When captured by the Bolivian army and their CIA advisors, Che and his band of Cuban mercenaries were trying to foment a revolution in that country. Their efforts failed to enlist the support of even one rural peasant. Contrary to the two principal myths promulgated by Che apologists—alternatively that he escaped death, or that he was brave and defiant to the end—the only documented and widely accepted version of his fate is that Guevara died groveling and attempting to bargain for his life. Guevara died fittingly given that a bullet to the head, preferably delivered to men and boys who had their hands and feet bound, was his preferred means of execution.

Credible accounts of Che’s atrocities are manifest. Indeed, the man himself made no bones about being a hate-fueled murderer. In one of the most oft-cited passages from his 1967 Message to the Tricontinental, Che declares: “Hatred is an element of struggle; relentless hatred of the enemy that impels us over and beyond the natural limitations of man and transforms us into effective, violent, selective and cold killing machines. Our soldiers must be thus; a people without hatred cannot vanquish a brutal enemy.”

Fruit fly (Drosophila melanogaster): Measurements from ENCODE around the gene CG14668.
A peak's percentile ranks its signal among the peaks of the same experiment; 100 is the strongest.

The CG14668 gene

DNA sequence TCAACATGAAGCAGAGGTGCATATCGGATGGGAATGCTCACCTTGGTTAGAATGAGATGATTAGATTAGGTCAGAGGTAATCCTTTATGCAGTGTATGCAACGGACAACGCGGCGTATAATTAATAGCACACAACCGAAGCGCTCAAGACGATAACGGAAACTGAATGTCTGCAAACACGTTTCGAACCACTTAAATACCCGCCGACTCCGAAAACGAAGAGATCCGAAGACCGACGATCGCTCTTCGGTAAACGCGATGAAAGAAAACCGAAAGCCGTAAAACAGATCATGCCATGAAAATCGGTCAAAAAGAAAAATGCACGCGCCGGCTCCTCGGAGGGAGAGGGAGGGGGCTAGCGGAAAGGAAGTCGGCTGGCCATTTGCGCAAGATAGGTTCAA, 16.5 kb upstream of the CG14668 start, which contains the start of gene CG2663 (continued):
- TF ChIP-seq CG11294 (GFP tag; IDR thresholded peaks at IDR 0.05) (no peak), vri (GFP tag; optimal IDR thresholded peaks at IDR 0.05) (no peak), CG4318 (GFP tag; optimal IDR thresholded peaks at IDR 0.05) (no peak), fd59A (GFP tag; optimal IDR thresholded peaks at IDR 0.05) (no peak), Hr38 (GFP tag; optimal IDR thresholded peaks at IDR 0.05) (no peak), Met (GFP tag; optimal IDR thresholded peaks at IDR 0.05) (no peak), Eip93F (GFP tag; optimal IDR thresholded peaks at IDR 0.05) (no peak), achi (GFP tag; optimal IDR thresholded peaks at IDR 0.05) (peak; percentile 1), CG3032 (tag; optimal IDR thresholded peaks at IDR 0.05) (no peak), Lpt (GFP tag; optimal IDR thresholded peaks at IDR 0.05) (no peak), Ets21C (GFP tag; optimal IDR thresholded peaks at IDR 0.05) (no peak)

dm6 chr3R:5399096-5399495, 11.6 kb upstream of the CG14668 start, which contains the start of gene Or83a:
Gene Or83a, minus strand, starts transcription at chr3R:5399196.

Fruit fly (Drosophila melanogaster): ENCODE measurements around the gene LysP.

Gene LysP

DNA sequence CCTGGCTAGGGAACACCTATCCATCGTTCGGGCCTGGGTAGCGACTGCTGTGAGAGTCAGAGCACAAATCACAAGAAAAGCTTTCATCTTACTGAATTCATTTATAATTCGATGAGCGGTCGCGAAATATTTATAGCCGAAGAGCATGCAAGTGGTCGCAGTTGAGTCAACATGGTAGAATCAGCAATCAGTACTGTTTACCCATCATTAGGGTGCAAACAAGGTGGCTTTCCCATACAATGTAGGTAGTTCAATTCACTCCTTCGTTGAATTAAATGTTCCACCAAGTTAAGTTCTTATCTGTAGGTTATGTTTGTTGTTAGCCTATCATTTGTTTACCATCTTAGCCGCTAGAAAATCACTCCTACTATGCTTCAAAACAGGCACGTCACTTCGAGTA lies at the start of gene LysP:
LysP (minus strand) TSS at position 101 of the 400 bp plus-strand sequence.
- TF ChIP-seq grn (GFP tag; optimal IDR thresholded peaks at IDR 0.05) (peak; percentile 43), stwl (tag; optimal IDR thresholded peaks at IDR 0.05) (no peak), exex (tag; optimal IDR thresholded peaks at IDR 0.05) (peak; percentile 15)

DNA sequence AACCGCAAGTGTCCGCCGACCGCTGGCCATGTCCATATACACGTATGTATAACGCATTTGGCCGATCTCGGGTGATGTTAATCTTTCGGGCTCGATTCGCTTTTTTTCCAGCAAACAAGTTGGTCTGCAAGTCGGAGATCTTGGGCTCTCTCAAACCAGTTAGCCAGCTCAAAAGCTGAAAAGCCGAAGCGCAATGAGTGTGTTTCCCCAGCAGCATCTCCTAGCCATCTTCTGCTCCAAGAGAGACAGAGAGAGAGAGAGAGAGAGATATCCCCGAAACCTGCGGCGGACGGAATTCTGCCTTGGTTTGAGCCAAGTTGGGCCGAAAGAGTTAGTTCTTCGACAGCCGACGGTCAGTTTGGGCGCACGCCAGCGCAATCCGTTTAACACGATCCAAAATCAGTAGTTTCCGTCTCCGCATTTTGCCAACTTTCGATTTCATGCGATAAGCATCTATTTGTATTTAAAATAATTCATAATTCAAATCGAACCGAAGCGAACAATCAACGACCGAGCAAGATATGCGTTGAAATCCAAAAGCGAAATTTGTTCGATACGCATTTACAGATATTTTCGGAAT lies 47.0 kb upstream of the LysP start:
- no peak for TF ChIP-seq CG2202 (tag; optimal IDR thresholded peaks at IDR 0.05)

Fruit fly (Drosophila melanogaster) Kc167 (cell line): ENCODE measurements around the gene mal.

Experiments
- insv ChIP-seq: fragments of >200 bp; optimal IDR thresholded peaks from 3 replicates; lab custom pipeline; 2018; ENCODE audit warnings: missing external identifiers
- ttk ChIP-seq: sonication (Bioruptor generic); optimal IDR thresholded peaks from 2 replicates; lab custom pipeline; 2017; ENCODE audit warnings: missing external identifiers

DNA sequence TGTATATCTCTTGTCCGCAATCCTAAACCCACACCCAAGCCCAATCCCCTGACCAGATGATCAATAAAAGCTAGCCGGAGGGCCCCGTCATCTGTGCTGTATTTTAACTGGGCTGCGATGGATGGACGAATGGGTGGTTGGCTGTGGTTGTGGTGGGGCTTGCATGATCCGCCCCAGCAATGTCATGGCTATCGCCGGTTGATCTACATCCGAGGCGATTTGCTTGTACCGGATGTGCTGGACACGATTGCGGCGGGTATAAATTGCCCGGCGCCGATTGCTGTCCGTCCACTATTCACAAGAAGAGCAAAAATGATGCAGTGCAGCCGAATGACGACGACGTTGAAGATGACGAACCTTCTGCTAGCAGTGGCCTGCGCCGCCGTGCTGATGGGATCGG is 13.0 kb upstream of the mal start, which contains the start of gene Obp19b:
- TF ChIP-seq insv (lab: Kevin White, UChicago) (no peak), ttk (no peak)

Some of the earliest known instances of Che’s brutality came in 1956, shortly after he landed in Cuba with Fidel and Raul Castro. With some 80 guerillas in tow, the three had sailed from Mexico, where the Castro brothers were living in exile for their opposition to the Batista regime. Their Marxist insurgency frequently had trouble with desertions, and Che ordered that recaptured deserters be taken to him so that he could personally blow out their brains.

By the time Castro’s troops seized Havana, Che had been promoted to “Comandante,” the highest rank in the revolutionary army. In this position, he presided over the systematic and ruthless quashing of all dissent. Given command of La Cabana prison, Che was directly responsible for the murders of over a thousand political prisoners. In addition to countless innocents hapless enough to be ensnared in the many roundups he ordered, Che’s prisoners included homosexuals, “delinquents,” anyone arbitrarily classified as an “anti-social element,” and “roqueros.” This final category included anyone caught listening to American rock and roll. Hence any twenty-something who today might sport a Che T-shirt would, in post-revolutionary Cuba, have found himself in one of Che’s torture chambers. To this day La Cabana houses dissidents, AIDS patients and other “undesirables.”